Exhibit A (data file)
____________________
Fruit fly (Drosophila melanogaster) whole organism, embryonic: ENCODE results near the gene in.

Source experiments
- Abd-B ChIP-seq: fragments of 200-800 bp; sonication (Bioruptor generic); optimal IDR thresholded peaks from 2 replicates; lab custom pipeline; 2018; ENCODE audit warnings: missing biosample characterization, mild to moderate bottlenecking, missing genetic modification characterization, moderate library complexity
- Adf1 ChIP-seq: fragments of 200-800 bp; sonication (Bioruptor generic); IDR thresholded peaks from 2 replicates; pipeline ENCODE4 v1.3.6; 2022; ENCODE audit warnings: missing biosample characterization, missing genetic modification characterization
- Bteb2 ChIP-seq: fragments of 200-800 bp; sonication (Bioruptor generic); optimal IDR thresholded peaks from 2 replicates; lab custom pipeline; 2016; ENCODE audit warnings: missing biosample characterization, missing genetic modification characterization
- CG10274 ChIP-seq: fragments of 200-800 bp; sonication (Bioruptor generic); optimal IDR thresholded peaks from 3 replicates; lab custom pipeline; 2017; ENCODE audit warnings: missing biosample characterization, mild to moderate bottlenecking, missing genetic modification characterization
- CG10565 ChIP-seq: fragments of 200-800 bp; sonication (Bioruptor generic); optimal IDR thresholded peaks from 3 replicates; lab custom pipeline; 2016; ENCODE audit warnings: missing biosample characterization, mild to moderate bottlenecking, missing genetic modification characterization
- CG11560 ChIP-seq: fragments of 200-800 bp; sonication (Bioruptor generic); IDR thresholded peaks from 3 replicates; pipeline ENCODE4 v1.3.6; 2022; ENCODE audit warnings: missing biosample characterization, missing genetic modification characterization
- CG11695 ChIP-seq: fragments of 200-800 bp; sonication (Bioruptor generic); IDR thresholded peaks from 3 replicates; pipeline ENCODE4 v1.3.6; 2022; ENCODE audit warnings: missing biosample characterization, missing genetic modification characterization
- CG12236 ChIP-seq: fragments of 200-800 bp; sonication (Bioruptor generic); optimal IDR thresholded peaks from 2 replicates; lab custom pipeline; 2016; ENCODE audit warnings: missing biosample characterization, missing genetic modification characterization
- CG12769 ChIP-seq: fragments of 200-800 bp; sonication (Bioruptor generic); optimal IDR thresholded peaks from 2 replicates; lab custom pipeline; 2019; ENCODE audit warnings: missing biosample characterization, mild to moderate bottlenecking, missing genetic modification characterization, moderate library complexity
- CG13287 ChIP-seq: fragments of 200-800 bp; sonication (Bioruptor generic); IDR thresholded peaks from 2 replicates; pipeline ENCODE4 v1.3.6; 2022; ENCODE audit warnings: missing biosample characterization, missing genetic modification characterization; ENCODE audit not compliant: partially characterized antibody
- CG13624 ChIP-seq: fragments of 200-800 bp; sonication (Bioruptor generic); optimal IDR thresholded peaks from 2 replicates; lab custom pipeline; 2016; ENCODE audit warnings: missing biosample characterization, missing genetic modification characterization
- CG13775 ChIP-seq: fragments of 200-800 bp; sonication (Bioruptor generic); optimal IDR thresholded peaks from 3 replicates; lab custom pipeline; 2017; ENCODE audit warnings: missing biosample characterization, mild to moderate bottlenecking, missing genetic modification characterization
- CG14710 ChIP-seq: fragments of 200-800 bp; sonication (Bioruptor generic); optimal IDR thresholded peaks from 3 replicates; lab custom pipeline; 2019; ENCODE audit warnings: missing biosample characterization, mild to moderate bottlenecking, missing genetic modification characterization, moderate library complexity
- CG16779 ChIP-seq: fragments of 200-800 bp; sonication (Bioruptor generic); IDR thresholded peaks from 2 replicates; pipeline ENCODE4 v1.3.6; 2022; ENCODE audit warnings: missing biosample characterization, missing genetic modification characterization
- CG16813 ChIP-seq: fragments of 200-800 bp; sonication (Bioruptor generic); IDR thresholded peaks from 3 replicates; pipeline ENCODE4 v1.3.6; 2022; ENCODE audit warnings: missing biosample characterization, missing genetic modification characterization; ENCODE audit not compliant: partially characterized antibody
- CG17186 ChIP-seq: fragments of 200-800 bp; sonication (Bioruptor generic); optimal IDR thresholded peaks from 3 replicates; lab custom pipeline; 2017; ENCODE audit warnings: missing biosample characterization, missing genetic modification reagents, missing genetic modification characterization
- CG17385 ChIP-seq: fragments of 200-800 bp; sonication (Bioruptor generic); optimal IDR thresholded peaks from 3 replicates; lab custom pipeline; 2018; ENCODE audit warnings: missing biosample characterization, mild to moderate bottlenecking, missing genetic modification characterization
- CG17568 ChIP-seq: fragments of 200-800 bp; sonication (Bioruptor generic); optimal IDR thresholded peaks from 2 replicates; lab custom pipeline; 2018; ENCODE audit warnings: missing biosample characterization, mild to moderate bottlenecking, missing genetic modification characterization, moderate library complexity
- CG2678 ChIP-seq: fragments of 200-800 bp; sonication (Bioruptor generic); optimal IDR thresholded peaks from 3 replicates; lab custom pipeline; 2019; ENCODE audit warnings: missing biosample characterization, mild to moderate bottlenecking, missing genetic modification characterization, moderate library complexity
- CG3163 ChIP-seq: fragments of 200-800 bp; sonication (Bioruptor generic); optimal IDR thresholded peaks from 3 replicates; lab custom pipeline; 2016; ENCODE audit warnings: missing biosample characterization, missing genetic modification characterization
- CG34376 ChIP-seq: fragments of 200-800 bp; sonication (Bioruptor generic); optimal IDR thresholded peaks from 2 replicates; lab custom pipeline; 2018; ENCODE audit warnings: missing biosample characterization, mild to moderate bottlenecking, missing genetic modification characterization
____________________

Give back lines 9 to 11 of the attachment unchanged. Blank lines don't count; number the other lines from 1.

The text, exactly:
- CG11695 ChIP-seq: fragments of 200-800 bp; sonication (Bioruptor generic); IDR thresholded peaks from 3 replicates; pipeline ENCODE4 v1.3.6; 2022; ENCODE audit warnings: missing biosample characterization, missing genetic modification characterization
- CG12236 ChIP-seq: fragments of 200-800 bp; sonication (Bioruptor generic); optimal IDR thresholded peaks from 2 replicates; lab custom pipeline; 2016; ENCODE audit warnings: missing biosample characterization, missing genetic modification characterization
- CG12769 ChIP-seq: fragments of 200-800 bp; sonication (Bioruptor generic); optimal IDR thresholded peaks from 2 replicates; lab custom pipeline; 2019; ENCODE audit warnings: missing biosample characterization, mild to moderate bottlenecking, missing genetic modification characterization, moderate library complexity